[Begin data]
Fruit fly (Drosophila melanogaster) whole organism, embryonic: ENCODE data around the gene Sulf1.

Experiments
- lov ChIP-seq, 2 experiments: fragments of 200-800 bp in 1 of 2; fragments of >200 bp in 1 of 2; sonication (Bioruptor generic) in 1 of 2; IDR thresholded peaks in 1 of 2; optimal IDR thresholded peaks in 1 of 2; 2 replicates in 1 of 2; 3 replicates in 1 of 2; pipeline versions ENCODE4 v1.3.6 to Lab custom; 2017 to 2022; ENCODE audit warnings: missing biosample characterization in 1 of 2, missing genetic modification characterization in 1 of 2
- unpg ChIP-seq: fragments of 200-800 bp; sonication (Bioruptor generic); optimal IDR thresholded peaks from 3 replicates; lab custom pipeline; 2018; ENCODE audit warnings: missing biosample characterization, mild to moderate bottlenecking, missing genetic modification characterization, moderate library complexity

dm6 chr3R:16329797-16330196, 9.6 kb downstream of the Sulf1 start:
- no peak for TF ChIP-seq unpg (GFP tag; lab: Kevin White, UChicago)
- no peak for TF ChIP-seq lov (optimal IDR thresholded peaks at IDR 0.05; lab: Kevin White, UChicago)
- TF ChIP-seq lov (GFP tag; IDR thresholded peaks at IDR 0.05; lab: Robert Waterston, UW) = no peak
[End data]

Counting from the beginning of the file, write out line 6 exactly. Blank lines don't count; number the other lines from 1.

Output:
- no peak for TF ChIP-seq unpg (GFP tag; lab: Kevin White, UChicago)